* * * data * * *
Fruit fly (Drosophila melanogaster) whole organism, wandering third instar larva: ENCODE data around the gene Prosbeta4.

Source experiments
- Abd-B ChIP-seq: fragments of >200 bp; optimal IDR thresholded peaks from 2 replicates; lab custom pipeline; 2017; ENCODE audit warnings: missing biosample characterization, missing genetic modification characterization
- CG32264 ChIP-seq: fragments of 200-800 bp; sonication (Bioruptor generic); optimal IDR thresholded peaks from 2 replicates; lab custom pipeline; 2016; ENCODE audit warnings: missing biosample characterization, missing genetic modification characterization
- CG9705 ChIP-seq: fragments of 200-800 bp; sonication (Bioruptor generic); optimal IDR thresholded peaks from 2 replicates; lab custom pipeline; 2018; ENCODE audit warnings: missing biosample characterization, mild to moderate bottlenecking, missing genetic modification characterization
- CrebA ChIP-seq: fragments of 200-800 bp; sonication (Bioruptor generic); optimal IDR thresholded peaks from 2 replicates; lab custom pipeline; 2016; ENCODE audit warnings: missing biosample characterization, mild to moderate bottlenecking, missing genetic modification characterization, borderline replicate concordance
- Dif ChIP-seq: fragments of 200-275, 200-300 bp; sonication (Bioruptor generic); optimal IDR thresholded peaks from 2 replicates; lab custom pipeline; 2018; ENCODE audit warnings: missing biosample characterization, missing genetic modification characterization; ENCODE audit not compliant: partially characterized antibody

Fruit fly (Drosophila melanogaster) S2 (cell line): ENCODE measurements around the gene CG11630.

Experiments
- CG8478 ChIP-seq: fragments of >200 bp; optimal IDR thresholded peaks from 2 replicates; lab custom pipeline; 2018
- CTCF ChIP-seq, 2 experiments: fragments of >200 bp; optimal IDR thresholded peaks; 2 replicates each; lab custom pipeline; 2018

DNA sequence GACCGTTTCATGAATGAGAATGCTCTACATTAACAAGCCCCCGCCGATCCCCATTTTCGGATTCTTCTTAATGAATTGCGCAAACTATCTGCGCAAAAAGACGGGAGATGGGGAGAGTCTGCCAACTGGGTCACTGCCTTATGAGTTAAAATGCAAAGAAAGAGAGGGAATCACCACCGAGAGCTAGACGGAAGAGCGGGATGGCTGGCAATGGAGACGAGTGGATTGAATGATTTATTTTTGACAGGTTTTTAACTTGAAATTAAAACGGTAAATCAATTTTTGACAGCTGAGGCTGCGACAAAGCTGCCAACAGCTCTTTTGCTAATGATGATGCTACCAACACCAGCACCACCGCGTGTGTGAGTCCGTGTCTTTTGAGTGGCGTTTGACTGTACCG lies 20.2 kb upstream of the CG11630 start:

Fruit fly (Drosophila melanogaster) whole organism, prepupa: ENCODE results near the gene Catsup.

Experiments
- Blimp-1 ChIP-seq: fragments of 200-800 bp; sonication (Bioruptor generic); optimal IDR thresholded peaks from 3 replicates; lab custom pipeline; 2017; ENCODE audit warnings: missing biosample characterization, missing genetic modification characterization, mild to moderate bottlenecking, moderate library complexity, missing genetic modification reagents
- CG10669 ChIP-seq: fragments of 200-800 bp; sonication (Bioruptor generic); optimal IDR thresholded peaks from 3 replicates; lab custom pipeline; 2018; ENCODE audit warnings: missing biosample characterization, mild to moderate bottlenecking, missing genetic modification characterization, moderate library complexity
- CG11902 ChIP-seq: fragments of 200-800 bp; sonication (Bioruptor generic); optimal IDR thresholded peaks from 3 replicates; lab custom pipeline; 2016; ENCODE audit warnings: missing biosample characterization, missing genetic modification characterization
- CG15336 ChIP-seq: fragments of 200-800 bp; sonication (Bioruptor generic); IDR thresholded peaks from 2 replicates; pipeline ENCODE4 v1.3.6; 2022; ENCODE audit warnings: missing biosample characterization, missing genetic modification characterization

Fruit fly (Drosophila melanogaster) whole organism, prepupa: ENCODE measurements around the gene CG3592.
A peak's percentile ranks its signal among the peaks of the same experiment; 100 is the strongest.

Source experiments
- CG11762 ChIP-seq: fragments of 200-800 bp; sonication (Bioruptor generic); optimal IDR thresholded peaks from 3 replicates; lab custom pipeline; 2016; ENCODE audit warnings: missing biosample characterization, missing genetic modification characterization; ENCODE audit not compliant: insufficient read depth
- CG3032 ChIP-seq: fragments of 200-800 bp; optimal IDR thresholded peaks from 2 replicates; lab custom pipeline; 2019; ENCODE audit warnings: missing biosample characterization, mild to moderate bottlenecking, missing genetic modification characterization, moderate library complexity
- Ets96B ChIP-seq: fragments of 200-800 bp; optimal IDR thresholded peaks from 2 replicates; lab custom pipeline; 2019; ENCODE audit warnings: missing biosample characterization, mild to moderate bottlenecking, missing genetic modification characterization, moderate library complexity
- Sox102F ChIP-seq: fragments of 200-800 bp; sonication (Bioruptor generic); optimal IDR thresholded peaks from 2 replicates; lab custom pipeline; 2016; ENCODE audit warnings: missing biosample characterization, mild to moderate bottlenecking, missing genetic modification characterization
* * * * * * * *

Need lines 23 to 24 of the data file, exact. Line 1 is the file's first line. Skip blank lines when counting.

- CG3032 ChIP-seq: fragments of 200-800 bp; optimal IDR thresholded peaks from 2 replicates; lab custom pipeline; 2019; ENCODE audit warnings: missing biosample characterization, mild to moderate bottlenecking, missing genetic modification characterization, moderate library complexity
- Ets96B ChIP-seq: fragments of 200-800 bp; optimal IDR thresholded peaks from 2 replicates; lab custom pipeline; 2019; ENCODE audit warnings: missing biosample characterization, mild to moderate bottlenecking, missing genetic modification characterization, moderate library complexity